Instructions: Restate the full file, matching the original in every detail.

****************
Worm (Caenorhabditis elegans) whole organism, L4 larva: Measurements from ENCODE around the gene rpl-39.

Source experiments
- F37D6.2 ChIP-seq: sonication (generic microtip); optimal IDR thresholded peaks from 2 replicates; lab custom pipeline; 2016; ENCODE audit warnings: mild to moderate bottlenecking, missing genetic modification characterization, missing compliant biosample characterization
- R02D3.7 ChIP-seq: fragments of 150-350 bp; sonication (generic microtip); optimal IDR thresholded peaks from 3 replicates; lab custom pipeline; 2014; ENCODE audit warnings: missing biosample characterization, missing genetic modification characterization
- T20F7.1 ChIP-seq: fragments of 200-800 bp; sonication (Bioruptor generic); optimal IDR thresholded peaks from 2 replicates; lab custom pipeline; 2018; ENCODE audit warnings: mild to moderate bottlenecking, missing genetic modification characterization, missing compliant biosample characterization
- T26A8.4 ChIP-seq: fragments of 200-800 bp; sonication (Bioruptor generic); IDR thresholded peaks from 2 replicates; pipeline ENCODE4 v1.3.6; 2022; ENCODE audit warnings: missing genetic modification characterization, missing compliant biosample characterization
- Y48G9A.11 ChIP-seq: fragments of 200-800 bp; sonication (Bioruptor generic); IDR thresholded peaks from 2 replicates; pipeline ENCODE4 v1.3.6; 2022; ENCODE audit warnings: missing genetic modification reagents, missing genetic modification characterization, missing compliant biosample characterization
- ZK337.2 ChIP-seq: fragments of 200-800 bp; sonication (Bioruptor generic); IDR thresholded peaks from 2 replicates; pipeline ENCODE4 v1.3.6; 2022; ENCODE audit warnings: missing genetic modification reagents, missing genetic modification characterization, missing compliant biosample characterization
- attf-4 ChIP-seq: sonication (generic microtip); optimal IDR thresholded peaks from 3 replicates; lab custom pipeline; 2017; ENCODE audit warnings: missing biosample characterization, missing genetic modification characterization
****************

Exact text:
Worm (Caenorhabditis elegans) whole organism, L4 larva: Measurements from ENCODE around the gene rpl-39.

Source experiments
- F37D6.2 ChIP-seq: sonication (generic microtip); optimal IDR thresholded peaks from 2 replicates; lab custom pipeline; 2016; ENCODE audit warnings: mild to moderate bottlenecking, missing genetic modification characterization, missing compliant biosample characterization
- R02D3.7 ChIP-seq: fragments of 150-350 bp; sonication (generic microtip); optimal IDR thresholded peaks from 3 replicates; lab custom pipeline; 2014; ENCODE audit warnings: missing biosample characterization, missing genetic modification characterization
- T20F7.1 ChIP-seq: fragments of 200-800 bp; sonication (Bioruptor generic); optimal IDR thresholded peaks from 2 replicates; lab custom pipeline; 2018; ENCODE audit warnings: mild to moderate bottlenecking, missing genetic modification characterization, missing compliant biosample characterization
- T26A8.4 ChIP-seq: fragments of 200-800 bp; sonication (Bioruptor generic); IDR thresholded peaks from 2 replicates; pipeline ENCODE4 v1.3.6; 2022; ENCODE audit warnings: missing genetic modification characterization, missing compliant biosample characterization
- Y48G9A.11 ChIP-seq: fragments of 200-800 bp; sonication (Bioruptor generic); IDR thresholded peaks from 2 replicates; pipeline ENCODE4 v1.3.6; 2022; ENCODE audit warnings: missing genetic modification reagents, missing genetic modification characterization, missing compliant biosample characterization
- ZK337.2 ChIP-seq: fragments of 200-800 bp; sonication (Bioruptor generic); IDR thresholded peaks from 2 replicates; pipeline ENCODE4 v1.3.6; 2022; ENCODE audit warnings: missing genetic modification reagents, missing genetic modification characterization, missing compliant biosample characterization
- attf-4 ChIP-seq: sonication (generic microtip); optimal IDR thresholded peaks from 3 replicates; lab custom pipeline; 2017; ENCODE audit warnings: missing biosample characterization, missing genetic modification characterization